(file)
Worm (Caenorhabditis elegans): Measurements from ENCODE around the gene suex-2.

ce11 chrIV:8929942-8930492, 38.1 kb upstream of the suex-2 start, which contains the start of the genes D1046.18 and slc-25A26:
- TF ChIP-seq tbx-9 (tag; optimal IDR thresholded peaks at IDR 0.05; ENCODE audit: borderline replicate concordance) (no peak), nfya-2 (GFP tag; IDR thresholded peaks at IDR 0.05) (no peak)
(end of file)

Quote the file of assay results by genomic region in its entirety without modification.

Worm (Caenorhabditis elegans): Measurements from ENCODE around the gene suex-2.

ce11 chrIV:8929942-8930492, 38.1 kb upstream of the suex-2 start, which contains the start of the genes D1046.18 and slc-25A26:
- TF ChIP-seq tbx-9 (tag; optimal IDR thresholded peaks at IDR 0.05; ENCODE audit: borderline replicate concordance) (no peak), nfya-2 (GFP tag; IDR thresholded peaks at IDR 0.05) (no peak)